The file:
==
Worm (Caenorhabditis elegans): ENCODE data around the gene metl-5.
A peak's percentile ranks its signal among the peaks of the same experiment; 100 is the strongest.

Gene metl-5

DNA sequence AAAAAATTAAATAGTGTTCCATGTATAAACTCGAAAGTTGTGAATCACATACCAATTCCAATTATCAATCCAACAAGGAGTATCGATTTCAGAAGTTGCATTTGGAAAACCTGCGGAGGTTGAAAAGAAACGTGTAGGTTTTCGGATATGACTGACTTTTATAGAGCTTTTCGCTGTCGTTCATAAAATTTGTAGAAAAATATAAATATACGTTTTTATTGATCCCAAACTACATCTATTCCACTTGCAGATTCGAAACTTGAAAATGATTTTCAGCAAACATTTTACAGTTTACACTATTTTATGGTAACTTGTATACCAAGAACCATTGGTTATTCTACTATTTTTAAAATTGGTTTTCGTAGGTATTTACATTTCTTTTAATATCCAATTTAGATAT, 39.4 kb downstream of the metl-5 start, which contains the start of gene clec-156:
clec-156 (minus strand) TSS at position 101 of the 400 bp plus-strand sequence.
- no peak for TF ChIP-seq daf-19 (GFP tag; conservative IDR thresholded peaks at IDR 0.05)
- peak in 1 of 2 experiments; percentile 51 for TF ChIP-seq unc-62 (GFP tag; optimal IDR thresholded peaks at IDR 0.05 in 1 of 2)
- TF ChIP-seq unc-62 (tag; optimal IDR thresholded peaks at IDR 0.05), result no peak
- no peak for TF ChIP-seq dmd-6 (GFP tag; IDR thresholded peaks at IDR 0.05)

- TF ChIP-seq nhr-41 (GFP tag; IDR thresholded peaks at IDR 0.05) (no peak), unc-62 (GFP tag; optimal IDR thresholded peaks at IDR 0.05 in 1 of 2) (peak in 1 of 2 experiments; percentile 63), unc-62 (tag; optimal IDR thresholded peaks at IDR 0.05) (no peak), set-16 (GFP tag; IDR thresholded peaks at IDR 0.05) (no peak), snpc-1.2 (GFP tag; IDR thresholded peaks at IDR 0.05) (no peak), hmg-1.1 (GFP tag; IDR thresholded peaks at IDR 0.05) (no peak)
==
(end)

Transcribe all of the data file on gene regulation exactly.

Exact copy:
Worm (Caenorhabditis elegans): ENCODE data around the gene metl-5.
A peak's percentile ranks its signal among the peaks of the same experiment; 100 is the strongest.

Gene metl-5

DNA sequence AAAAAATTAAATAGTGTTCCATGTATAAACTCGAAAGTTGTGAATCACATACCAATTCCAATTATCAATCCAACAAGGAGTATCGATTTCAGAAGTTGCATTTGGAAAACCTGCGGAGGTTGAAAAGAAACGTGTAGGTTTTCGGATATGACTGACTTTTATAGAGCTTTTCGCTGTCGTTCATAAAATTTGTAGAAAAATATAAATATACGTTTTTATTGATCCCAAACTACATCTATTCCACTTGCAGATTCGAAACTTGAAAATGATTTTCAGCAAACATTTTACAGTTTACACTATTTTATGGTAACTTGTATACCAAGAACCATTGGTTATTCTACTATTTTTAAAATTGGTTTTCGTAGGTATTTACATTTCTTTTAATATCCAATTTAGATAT, 39.4 kb downstream of the metl-5 start, which contains the start of gene clec-156:
clec-156 (minus strand) TSS at position 101 of the 400 bp plus-strand sequence.
- no peak for TF ChIP-seq daf-19 (GFP tag; conservative IDR thresholded peaks at IDR 0.05)
- peak in 1 of 2 experiments; percentile 51 for TF ChIP-seq unc-62 (GFP tag; optimal IDR thresholded peaks at IDR 0.05 in 1 of 2)
- TF ChIP-seq unc-62 (tag; optimal IDR thresholded peaks at IDR 0.05), result no peak
- no peak for TF ChIP-seq dmd-6 (GFP tag; IDR thresholded peaks at IDR 0.05)

- TF ChIP-seq nhr-41 (GFP tag; IDR thresholded peaks at IDR 0.05) (no peak), unc-62 (GFP tag; optimal IDR thresholded peaks at IDR 0.05 in 1 of 2) (peak in 1 of 2 experiments; percentile 63), unc-62 (tag; optimal IDR thresholded peaks at IDR 0.05) (no peak), set-16 (GFP tag; IDR thresholded peaks at IDR 0.05) (no peak), snpc-1.2 (GFP tag; IDR thresholded peaks at IDR 0.05) (no peak), hmg-1.1 (GFP tag; IDR thresholded peaks at IDR 0.05) (no peak)